Shifaa Kalra & Ar. Dhruva Kalra, RMDK
BIM allows the project to be broken down into smaller modules maintained by specialists, making control of large scale projects tangible in quick time.
Architecture has been the only constant through the history of mankind. We have come a long way from designing rock-cut caves inside the earth to 1000-meter-tall buildings, and so have our ideas and technologies. Two dimensional plans were extruded to make 3D models which was considered a big leap. Today, it has gone a step further with the onset of Building Information Modeling (BIM), which is essentially a threedimensional model of a structure, populated with all the data required for simulation of its real-life behavior.
BIM eliminates the need for separate 2D and 3D software and allows coordinated development of a concept with live inputs from design and engineering teams. It brings together architecture design, engineering and construction information with accurate operational data. It allows the project to be broken down into smaller modules maintained by specialists, making control of large scale projects tangible in quick time.
One core model is a host of information about all aspects of the structure, any of which can be flagged and modified based on changes made in any one variable. There is reduced scope for human error as all calculations are made automatically, ensuring a smoother run of the project from conceptualization to execution with all the required data. More flexible processes and accuracy through BIM ensure an increased understanding of the designed spaces by all the consultants and teams involved, making collaborations easier.
BIM is a young technology whose future can be widely speculated but its real possibilities shall be revealed only with time and exploration. This, along with the shift in virtual global boundaries and the vast market exposure and demand, has created an imminent change in the field of architecture, where one needs to constantly push the boundaries of design and techniques to constantly build and break new glass ceilings, while not losing sight of the immediate context, traditions, and culture.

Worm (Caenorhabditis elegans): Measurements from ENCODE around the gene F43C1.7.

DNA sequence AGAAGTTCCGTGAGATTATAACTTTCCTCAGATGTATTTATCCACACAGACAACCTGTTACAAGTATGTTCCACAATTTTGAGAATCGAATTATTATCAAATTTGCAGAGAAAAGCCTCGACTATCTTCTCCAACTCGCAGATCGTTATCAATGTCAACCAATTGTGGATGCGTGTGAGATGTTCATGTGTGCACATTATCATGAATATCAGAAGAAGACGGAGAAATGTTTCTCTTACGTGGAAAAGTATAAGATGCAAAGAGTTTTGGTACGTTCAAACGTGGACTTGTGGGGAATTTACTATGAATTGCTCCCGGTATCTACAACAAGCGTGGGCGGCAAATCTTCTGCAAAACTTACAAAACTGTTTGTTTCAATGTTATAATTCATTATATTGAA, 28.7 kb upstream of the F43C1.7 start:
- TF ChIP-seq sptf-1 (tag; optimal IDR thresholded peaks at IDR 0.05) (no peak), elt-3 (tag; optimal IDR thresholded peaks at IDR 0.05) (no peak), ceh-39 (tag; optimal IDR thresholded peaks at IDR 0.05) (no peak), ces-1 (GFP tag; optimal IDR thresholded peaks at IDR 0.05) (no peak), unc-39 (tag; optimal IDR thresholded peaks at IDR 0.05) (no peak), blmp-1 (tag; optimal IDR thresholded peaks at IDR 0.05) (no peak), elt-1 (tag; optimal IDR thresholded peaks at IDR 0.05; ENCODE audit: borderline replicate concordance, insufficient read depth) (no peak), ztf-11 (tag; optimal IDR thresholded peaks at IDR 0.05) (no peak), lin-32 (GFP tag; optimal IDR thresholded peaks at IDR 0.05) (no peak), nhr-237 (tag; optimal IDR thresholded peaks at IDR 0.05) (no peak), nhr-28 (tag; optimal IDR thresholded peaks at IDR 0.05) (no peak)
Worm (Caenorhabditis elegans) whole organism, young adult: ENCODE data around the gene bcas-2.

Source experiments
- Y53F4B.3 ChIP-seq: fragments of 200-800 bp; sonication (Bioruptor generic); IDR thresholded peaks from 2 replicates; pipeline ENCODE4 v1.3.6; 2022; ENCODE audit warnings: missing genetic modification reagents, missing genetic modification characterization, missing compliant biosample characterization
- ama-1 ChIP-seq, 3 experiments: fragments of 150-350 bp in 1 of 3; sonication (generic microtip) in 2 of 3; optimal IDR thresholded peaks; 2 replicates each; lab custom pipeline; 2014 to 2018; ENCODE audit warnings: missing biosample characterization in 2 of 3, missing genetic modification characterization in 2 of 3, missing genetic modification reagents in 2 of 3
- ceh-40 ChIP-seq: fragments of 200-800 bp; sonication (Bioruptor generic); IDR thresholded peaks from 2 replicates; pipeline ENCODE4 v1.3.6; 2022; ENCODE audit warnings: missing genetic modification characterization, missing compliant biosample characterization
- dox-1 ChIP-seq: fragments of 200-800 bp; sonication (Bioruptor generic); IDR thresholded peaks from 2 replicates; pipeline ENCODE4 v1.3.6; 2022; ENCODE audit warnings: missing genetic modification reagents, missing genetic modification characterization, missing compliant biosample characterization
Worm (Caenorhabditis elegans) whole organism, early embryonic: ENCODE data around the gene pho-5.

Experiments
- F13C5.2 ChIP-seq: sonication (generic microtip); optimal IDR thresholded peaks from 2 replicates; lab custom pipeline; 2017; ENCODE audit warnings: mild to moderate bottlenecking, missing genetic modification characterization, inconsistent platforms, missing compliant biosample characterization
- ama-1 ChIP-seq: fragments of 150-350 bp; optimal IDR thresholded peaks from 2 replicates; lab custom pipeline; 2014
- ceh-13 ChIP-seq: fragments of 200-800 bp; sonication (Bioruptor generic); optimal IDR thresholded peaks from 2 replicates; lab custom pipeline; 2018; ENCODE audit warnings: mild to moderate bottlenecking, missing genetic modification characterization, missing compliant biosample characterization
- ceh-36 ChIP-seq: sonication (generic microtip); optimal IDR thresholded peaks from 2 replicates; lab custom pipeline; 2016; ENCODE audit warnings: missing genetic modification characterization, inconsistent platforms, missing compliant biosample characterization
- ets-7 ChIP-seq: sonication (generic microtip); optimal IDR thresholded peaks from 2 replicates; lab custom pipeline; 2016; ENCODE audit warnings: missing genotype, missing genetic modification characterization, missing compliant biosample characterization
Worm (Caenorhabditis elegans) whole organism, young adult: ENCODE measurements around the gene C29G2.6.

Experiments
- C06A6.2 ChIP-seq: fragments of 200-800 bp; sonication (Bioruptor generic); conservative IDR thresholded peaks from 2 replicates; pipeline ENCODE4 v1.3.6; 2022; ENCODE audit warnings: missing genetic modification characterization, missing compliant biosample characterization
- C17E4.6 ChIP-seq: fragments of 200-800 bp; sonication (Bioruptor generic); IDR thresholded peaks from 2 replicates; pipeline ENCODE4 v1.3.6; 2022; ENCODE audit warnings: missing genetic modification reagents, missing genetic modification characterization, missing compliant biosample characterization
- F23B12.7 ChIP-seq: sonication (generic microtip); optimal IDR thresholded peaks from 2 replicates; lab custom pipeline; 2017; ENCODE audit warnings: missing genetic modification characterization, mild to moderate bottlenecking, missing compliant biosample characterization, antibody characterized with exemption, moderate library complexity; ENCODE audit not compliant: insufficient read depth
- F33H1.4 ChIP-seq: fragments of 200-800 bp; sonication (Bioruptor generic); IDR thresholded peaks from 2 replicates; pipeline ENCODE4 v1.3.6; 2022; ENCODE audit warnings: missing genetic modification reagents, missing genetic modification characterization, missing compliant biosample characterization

Rhino comes with the possibility of installing various plug-ins which make modeling easier, faster and more interactive.
Rhino has also been making waves in the field of architectural design, especially for conceptualization, due to its ability to make free-form organic surfaces with relative ease and accuracy. Rhino comes with the possibility of installing various plug-ins which make modeling easier, faster and more interactive, allowing designers to try multiple iterations of their concepts, instantly.
Grasshopper is one such plug-in mostly used for parametric modeling for its more visually interactive interface than regular coding, along with Rhino’s capabilities, to deal with more complex forms. Plug-ins can be installed to make accurate calculations about sizes and material requirements. Rhino models, once resolved, can be directly exported to 3D printing and router cutting for execution.
Rhino and BIM are making project conceptualization easy by making it possible to transfer ideas from our minds directly onto the system, making it simple to detail the concept such that it evolves into a working model. The accuracy of the model is made possible by a step-by-step modification of the model and materials. Such software allows complete detailing of projects providing drawings as and when required for execution.
Prefab is triggering innovation and fusion across architecture and construction industries.
With simplification in the design process and availability of time saving PEB and precast construction techniques, there is a new market evolving which is an amalgamation of the traditional skilled labour and technology based on the economics and ease of access. Still at a nascent stage, prefab is fast developing and revolutionizing the way we build and perceive materials by triggering innovation and fusion across the architecture and construction industry.
The future will not see the end of use of any building material but a harmonious use of all.
Bricks, stone, and timber may be called traditional materials today, but they have stood the test of time with some structures flourishing even hundreds of years after their conception. After the industrial revolution, materials like steel, iron, and glass began to be widely used. This trend started in Europe and has slowly spread across the world.
Over the last few decades, this practice has gained popularity in India due to quick construction times, easy maintenance, and our constant endeavor to gain access to the latest technologies. But this has led to a state of blindly mimicking the practices followed elsewhere with little or no consideration for local conditions.
Through the life of these structures, their effect on the environment has been identified time and again with both designers and consumers becoming aware of their drawbacks with respect to the environment and the people in their vicinity. What once looked like low-cost maintenance is now beginning to feel like a load we may not be able to handle. And thus, the use of glass and steel may not trend for a very long time.
Organic materials like bricks and stones are bound to make a comeback, which has already started with their use with steel. Timber, on the other hand, is a limited resource, and would be replaced for good by other structural materials.
Devi Temple at Isha Yoga Center, Delhi